- Red Light Therapy — Increases NO production by the mitochondria (I use Joovv light, use the discount code YASMINA here)
- Scuba diving! — increases NO production, but pressure isn’t great for mast cells
———- REFERENCES ————
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Dusek, J. A., & Benson, H. (2009). Mind-Body Medicine: A Model of the Comparative Clinical Impact of the Acute Stress and Relaxation Responses. Minnesota Medicine, 92(5), 47–50.
Esch, T, Stefano, GB, Fricchione, GL, Benson, H. Stress-related diseases — a potential role for nitric oxide. Medical Science Monitor, 2002; 8(6): RA103-118.
Koshland, DE. The molecular of the year. Science. 1992; 258(5090): 1861. DOI: 10.1126/science.1470903
Davis, BJ, Flanagan, BF, Gilfillan, AM, Metcalfe, DD, and Coleman, JW. Nitric Oxide Inhibits IgE-Dependent Cytokine Production and Fos and Jun Activation in Mast Cells. Immunology. 2004; 173(11) 6914-6920. DOI:https://doi.org/10.4049/jimmunol.173.11.6914
Green, D. J., Maiorana, A., O’Driscoll, G. and Taylor, R. (2004), Effect of exercise training on endothelium-derived nitric oxide function in humans. The Journal of Physiology, 561: 1–25. doi:10.1113/jphysiol.2004.068197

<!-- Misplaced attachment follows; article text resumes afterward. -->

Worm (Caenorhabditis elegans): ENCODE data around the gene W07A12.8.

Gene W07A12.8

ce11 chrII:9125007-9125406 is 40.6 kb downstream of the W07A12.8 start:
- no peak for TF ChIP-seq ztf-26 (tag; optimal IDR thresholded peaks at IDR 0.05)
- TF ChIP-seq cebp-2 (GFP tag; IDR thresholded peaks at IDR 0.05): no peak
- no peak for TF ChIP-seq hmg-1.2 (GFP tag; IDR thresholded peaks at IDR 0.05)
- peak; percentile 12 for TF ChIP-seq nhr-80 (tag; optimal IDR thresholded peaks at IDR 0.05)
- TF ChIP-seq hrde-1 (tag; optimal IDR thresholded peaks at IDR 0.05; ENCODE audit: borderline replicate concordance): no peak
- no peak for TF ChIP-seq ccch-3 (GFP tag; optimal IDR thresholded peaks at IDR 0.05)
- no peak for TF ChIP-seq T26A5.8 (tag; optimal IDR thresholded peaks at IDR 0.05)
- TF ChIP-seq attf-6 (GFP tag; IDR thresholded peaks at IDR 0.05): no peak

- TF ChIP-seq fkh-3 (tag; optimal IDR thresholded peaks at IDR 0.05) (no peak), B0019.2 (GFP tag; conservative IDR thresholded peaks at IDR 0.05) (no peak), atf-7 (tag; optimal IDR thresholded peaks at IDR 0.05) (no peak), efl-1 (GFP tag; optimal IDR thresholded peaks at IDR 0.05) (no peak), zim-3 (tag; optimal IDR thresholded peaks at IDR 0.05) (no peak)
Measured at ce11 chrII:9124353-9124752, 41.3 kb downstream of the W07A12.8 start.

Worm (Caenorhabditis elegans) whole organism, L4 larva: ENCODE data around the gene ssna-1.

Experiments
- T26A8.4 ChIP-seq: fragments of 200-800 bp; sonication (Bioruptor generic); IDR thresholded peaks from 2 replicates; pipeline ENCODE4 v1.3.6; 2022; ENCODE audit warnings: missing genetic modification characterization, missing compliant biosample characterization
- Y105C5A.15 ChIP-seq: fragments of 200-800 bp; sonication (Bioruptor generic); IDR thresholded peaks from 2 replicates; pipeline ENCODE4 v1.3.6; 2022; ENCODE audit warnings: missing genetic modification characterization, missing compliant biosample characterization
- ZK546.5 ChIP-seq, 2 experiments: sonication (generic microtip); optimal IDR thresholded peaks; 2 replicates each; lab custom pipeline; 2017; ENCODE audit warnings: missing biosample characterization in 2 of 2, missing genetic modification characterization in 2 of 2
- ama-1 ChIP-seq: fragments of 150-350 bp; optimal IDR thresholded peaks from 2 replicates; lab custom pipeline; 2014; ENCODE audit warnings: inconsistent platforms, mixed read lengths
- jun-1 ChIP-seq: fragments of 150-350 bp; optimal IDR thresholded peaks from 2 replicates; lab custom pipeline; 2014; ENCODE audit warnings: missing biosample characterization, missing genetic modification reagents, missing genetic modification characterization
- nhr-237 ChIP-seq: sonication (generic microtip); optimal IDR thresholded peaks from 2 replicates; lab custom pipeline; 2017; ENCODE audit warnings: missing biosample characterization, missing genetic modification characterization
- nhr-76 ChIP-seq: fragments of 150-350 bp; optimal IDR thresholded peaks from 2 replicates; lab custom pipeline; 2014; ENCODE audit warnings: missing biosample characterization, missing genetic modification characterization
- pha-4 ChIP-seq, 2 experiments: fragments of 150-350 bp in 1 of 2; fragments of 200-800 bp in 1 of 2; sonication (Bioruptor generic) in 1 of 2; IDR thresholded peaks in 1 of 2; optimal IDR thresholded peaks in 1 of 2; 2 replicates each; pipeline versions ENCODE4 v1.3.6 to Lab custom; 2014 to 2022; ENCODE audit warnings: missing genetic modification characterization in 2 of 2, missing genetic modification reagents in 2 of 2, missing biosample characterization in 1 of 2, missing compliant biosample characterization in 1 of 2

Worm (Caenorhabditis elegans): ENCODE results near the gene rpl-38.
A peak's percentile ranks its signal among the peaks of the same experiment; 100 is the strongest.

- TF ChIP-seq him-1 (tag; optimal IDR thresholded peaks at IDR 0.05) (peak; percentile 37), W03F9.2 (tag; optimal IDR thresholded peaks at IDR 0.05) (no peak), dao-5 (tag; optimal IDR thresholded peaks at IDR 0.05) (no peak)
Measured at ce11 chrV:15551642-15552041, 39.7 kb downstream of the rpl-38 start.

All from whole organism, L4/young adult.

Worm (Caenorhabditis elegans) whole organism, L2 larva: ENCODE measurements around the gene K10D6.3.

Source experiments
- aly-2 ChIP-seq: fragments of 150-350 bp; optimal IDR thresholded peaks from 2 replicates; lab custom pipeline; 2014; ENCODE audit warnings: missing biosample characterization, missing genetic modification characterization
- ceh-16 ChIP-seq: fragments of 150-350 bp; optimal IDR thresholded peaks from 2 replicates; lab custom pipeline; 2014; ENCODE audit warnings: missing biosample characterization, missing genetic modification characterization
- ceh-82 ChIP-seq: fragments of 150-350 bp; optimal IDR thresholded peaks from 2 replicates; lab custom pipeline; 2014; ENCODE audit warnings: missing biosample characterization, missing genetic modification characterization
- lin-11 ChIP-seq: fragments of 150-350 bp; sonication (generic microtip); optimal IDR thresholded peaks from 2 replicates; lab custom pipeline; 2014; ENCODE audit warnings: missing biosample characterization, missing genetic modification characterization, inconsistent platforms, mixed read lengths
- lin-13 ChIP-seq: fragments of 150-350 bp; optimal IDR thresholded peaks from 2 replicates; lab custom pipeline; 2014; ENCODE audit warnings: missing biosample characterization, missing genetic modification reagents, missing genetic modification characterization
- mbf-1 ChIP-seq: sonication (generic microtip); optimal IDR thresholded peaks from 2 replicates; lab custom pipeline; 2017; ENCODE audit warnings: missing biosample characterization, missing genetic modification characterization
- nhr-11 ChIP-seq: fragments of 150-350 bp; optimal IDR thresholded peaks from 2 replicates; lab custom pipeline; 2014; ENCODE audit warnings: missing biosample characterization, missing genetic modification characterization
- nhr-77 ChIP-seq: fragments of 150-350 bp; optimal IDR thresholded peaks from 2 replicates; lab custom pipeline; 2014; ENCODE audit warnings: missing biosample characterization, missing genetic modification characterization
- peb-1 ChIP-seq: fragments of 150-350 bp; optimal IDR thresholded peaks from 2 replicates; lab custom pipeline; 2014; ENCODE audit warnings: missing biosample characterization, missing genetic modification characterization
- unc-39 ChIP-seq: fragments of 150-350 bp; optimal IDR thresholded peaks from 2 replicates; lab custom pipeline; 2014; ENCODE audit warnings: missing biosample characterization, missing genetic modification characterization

Hamblin, M. R. (2017). Mechanisms and applications of the anti-inflammatory effects of photobiomodulation. AIMS Biophysics, 4(3), 337–361. http://doi.org/10.3934/biophy.2017.3.337
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Torregrossa, A. C., Aranke, M., & Bryan, N. S. (2011). Nitric oxide and geriatrics: Implications in diagnostics and treatment of the elderly. Journal of Geriatric Cardiology : JGC, 8(4), 230–242. http://doi.org/10.3724/SP.J.1263.2011.00230
Weitzberg, E. Lundberg, J.O. (2002). Humming greatly increases nasal nitric oxide. American Journal of Respiratory Care and Critical Care Medicine, 166(2), 144-145. https://doi.org/10.1164/rccm.200202-138BC
“Scuba diving induces nitric oxide synthesis and the expression of inflammatory and regulatory genes of the immune response in neutrophils.” Physiological Genomics, www.physiology.org/doi/abs/10.1152/physiolgenomics.00028.2014.